Showing no respect for persons or property, our fearless leader has fired the CEO of a private corporation, has encouraged ex post facto bills of attainder, has handed over unborn children to the ministrations of modern-day Mengeles, all in the name of Hope and Change.
With the fall of the Constitution, the last vestiges of limited government have finally been shaken off the titanic shoulders of our anointed leader. There is no longer anything to limit our progress toward effective government.
I tremble at the thought of what comes next. After all, if there is nothing in the Constitution itself that can stop the federal government from running rough-shod over the people, why should any of the Amendments - especially the Bill of Rights - matter to them either?
- Out of control legislators in Connecticut attempt to run the Catholic church
- The White House - with the benefit of several weeks of "study" - seeing itself as vastly more qualified to run an automotive firm than the folks who've been there restructuring them to meet the confluence of circumstance and misregulation pouring into the heartland from DC
- Hypocritical politicians (please pardon the redundancy) posturing their outrage at the bonuses they specifically authorized
- The list - disturbingly - seems only to grow with each passing day.
"We cannot, and must not, and we will not let our auto industry simply vanish," Obama said at the White House. "This industry is like no other, it's an emblem of the American spirit ... And we cannot continue to excuse poor decisions. And we cannot make the survival of our auto industry dependent on an unending flow of taxpayer dollars. These companies -- and this industry -- must ultimately stand on their own, not as wards of the state."Therefore, the federal government will now make all decisions for these companies?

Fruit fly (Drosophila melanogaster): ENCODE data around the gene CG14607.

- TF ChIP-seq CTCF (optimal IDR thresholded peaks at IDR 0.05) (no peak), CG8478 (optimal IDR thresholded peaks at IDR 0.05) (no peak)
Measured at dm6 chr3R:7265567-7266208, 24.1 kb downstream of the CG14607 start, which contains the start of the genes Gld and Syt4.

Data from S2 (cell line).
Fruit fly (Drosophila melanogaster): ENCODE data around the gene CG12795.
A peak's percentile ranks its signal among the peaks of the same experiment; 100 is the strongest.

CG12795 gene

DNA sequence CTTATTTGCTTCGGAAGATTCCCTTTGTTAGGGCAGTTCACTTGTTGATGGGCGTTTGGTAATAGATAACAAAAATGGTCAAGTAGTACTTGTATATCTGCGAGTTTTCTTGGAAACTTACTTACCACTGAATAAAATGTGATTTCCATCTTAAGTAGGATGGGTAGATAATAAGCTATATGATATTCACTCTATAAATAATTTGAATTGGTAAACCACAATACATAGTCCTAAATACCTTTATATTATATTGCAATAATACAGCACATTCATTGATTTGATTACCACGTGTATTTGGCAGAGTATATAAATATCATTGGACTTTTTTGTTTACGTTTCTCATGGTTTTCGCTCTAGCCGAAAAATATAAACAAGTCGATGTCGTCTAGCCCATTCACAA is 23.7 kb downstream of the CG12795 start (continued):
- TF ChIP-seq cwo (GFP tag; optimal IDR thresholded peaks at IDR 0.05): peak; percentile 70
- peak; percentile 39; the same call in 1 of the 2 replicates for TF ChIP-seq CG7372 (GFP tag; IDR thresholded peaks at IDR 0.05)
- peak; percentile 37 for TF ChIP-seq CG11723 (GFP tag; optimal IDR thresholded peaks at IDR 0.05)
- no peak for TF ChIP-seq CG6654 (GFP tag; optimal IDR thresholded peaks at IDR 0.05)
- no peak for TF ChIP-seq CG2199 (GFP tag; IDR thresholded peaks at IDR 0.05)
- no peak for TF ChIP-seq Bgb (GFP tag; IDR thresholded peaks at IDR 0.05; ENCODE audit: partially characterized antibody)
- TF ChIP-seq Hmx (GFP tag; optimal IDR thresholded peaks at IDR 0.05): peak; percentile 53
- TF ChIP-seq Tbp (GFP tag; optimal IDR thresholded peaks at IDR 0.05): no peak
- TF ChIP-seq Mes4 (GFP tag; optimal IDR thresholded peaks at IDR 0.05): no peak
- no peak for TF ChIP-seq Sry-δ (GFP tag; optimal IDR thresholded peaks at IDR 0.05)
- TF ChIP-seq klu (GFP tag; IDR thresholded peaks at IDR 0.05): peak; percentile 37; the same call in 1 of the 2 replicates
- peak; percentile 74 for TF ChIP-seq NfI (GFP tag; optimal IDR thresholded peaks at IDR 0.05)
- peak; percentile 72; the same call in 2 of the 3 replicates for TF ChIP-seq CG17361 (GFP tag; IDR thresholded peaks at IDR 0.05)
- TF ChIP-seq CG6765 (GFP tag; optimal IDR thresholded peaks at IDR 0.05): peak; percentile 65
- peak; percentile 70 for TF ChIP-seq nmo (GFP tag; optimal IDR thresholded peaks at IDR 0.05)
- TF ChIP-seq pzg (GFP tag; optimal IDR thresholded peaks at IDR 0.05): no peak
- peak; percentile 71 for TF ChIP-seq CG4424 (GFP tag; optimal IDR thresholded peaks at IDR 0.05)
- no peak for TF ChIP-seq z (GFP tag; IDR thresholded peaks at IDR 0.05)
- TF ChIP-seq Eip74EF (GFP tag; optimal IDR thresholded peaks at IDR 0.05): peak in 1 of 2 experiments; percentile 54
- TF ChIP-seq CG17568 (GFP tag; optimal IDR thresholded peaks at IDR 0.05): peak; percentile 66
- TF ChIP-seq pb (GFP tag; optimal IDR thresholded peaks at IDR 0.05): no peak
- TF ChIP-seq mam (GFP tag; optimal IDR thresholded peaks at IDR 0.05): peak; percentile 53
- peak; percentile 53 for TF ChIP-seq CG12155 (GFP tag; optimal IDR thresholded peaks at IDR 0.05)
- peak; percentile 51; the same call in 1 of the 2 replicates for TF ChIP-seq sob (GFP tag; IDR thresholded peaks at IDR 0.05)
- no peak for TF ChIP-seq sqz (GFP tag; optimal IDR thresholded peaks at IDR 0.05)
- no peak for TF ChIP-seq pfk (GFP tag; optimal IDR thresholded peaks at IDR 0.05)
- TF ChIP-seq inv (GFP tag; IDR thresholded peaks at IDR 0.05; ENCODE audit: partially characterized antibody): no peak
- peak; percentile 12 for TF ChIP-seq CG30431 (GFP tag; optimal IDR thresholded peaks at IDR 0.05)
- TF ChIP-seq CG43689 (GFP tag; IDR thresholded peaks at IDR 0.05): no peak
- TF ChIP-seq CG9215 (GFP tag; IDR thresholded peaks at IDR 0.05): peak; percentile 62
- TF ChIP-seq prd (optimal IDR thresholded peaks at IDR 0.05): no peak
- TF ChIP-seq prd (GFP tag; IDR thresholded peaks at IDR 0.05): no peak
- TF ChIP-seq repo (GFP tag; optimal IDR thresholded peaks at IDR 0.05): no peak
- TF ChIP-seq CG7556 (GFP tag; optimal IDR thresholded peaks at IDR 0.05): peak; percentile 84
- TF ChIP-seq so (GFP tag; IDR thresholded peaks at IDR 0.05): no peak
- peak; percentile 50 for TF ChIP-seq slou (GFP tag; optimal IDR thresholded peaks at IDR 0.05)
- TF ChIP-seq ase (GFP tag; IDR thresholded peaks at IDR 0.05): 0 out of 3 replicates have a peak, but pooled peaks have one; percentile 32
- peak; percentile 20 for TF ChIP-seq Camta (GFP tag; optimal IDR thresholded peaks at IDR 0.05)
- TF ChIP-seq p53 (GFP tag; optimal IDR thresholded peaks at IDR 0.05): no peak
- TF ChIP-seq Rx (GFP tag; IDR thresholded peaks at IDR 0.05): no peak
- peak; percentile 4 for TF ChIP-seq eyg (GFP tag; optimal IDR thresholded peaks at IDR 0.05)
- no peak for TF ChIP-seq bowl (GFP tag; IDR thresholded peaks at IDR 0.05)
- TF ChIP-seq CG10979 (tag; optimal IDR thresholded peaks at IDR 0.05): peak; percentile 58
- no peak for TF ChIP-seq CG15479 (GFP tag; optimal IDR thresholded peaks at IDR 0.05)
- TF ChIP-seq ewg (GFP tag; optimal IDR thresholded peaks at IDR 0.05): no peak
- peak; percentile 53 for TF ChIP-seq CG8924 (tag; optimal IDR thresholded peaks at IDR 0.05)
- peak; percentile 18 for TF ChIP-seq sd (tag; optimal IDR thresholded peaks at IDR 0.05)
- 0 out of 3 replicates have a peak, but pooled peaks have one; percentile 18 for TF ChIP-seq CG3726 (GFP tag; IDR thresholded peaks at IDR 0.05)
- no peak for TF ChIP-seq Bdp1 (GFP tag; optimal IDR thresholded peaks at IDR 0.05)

A few observations:
"We" don't have an auto industry. There is an auto industry, part of which is based in these United States, but it's owned by the shareholders of the various companies - NOT by the people. Sill, it's hard to disagree with the president's assertion that we cannot continue to excuse poor decisions - and one hopes that each and every self-serving ersatz statesman in public "service" who's up for reelection will be bounced out on his or her ear at the earliest possible opportunity.
According the the Washington Post (not one of my usual news sources, in case you were wondering), one of the key points of contention between the companies and the Obama administration is just how large the U.S. auto market will be in the future. General Motors has offered a more optimistic scenario and shaped its business plan accordingly. So, the president is upset that GM is planning not to shrink enough for his taste - all while bloviating about the necessity of "our" maintaining "our" auto industry. Well done.
Of course, in the meanwhile, Treasury's printing presses are being prepped for a workout, the proportions of which haven't been seen since the days of the Weimar Republic. "We'll inflate our way out of debt; yeah, that's the ticket." Can't wait for the wallpapering parties to come: "Anyone have an extra $5? I've got a little space left here on the wall, and I'm out."